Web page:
A valve actuator assembly 40 has a housing 42 which is attached to the valve housing 10 by fastening means comprising screws 44 extending through openings in a clamping ring 46 and threaded into lugs 48 of the valve housing 10. The clamping ring 46 clamps a flange 50 of the actuator housing 42 against an end face 52 of the valve housing 10.
By means of suitable adaptors, the valve-operating actuator 40 can be connected to the housing of various valves as a substitute for the pre-existing actuator or the valve so as to convert the valve from a conventional valve to one having the instantaneous closing feature of this invention.
For a substantial distance from its flanged end that contacts with the lugs 48, the housing 42 has a cylindricalportion 54 which contains a piston element 56. This piston element slides in the cylindrical portion 54 of the housing 42 but is held against rotation in the cylindrical portion 54 by projections comprising screws 58 which thread into the piston element 56 at angularly spaced locations around the circumference of the piston ele ment 56. In the construction illustrated there are two such projection screws 58 and' each one extends through a slot 60 in the wall of the cylindrical portion 54. Thus the piston element 56 has axial movement in the cylindrical portion 54 but cannot rotate about its axis. The sides of the screws 58 bear against the sides of the slots 60 to restrain the piston element 56 against rotary movement.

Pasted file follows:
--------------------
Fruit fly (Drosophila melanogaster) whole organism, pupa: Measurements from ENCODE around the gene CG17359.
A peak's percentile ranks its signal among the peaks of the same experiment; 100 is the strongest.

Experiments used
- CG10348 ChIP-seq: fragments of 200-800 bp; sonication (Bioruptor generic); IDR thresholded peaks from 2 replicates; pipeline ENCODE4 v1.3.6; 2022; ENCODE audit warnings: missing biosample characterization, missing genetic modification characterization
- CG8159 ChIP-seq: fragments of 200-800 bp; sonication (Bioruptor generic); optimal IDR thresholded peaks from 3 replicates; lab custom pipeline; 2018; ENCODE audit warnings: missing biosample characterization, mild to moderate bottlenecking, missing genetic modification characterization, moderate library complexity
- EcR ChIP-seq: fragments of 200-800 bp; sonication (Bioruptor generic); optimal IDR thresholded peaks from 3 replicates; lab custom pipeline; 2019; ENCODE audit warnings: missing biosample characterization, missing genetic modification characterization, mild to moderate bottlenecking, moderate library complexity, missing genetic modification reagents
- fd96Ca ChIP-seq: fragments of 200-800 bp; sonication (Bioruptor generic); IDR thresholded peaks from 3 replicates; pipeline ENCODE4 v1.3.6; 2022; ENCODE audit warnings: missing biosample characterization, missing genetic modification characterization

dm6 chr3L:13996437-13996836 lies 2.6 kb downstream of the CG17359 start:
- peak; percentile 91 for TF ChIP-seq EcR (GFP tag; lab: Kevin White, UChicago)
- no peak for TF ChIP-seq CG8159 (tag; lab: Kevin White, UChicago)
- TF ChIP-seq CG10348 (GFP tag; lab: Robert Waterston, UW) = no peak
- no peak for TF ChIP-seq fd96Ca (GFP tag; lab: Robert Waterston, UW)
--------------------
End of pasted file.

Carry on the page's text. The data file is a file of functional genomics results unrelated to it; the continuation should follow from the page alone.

The left hand portion of element 56 (FIG. 1) is of reduced diameter and provided with a connection 62 to the valve stem 24. This connection is shown as a nut 64 threaded over the end of the valve stem 24 within a recess in the end of the piston element 56, but it will be evident that various other connections can be used. The construction shown is to be considered merely representative of a connection between the piston element 56 of the valve-operating assembly and the valve which is to be operated.